Plagiarising the past

In 1850 a doctor from New Buckenham in Norfolk, Horace Howard, submitted this short case report to The Lancet: The patient, Maria N— aged twenty-three years, had experienced for a long time much irritation about the kidneys and urinary apparatus, for which different palliative remedies were administered, but with little relief. The patient was lost … Continue reading Plagiarising the past

The spermatorrhoea alarm

In 1843 the Provincial Medical Journal published a landmark paper by Dr W.H. Ranking from Suffolk. It was a ‘landmark’ in that it was the first full-length publication in English to discuss a new disease that was soon to become the scourge of the male population: spermatorrhoea.  Or, in plain English, involuntary ejaculation. The person … Continue reading The spermatorrhoea alarm

The other Horatio Nelson

The Canadian physician Henry Horatio Nelson was born six years after the Battle of Trafalgar, so it does not take much imagination to work out how his parents chose his middle name.  Perhaps understandably, he chose to call himself Horace Nelson, a name less likely to cause his patients to smirk. Although little known today, … Continue reading The other Horatio Nelson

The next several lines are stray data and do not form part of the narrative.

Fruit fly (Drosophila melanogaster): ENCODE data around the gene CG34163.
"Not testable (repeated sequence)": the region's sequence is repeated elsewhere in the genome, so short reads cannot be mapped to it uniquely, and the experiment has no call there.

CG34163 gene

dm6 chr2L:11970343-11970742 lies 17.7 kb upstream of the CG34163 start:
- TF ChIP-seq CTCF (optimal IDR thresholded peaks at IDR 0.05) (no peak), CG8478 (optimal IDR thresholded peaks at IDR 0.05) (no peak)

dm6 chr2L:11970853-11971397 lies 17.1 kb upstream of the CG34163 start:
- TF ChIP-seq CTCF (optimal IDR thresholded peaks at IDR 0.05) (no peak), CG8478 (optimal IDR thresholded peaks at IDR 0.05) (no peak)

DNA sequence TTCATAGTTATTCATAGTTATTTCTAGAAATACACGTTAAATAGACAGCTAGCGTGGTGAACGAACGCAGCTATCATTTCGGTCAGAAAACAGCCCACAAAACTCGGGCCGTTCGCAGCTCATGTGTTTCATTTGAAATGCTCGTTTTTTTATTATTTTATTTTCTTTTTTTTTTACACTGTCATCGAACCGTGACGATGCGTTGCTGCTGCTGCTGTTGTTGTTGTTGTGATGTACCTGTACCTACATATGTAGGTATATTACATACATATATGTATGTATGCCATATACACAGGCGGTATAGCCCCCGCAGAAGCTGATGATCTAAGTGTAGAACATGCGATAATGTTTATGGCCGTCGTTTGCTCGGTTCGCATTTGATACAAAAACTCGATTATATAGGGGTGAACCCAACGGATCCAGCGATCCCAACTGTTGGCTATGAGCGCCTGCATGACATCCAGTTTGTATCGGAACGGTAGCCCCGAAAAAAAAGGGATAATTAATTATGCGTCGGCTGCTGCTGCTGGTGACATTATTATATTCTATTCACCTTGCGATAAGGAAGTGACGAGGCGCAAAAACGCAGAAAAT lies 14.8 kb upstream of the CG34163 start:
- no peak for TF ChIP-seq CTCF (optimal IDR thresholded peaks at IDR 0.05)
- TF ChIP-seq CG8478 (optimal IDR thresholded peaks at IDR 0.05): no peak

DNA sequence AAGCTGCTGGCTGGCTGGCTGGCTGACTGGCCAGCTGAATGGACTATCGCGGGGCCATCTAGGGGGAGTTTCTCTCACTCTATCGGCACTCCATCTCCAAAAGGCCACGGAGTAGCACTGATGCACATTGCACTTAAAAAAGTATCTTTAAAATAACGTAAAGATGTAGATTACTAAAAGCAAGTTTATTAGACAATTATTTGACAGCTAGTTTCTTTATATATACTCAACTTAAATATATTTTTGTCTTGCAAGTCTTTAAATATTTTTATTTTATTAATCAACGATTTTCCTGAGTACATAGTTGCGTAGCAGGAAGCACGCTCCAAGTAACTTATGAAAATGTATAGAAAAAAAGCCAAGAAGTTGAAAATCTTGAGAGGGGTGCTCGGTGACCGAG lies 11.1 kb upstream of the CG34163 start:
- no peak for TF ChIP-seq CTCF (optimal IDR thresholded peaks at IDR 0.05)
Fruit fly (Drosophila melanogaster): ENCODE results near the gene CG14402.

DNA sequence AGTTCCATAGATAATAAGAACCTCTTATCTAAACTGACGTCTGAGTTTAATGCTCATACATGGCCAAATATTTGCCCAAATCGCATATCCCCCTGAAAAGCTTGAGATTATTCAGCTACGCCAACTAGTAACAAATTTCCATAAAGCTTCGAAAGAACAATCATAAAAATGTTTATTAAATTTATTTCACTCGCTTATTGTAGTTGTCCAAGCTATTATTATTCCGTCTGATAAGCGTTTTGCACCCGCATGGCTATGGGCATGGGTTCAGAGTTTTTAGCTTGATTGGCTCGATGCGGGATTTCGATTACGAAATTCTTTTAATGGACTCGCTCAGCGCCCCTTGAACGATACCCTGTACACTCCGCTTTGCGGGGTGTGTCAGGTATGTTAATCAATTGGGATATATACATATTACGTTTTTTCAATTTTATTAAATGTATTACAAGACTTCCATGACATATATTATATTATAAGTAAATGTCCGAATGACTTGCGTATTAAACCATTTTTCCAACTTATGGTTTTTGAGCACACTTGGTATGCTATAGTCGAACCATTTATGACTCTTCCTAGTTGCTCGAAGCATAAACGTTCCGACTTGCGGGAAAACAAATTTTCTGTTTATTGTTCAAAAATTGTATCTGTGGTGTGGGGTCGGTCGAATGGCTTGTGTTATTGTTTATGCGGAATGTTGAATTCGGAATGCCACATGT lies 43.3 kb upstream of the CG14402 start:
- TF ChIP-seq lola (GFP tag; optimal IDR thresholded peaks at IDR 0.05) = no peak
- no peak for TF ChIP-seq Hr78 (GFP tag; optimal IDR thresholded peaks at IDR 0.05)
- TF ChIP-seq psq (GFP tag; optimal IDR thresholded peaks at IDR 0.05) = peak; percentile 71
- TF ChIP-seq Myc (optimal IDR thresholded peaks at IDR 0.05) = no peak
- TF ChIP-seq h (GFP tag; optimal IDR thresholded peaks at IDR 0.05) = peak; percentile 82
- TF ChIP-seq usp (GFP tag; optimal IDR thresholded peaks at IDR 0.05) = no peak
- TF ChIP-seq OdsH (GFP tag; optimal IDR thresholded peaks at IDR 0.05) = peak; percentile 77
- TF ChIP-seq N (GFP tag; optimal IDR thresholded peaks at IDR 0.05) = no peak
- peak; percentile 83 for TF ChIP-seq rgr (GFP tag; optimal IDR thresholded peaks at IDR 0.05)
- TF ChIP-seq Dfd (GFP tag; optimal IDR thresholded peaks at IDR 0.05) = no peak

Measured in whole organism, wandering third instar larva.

The twelve-hour tonsillectomy

Until fairly recently, tonsillectomy was quite a common procedure – and for many children their first experience of surgery.  Because it’s a straightforward operation, doctors would often recommend that children had their tonsils out even if they had had only a few minor bouts of tonsillitis.  It was even used as a precautionary measure: many … Continue reading The twelve-hour tonsillectomy

The hearing-aid chair

John Harrison Curtis was a prominent nineteenth-century specialist in diseases of the eyes and ears who became an intimate of the royal family.  He was also, according to some, a quack.  The sixth edition of his medical bestseller, A Treatise on the Physiology and Pathology of the Ear (1836) contains this ingenious invention: This chair … Continue reading The hearing-aid chair

Fishing line and marine sponges: the operating theatre of 1888

In 1888 the great American surgeon Rudolph Matas saved the life of a patient who had been shot in the arm.  The operation was a significant moment in the evolution of vascular surgery, since it introduced an entirely new technique for dealing with aneurysm – a condition in which an artery wall is weakened and … Continue reading Fishing line and marine sponges: the operating theatre of 1888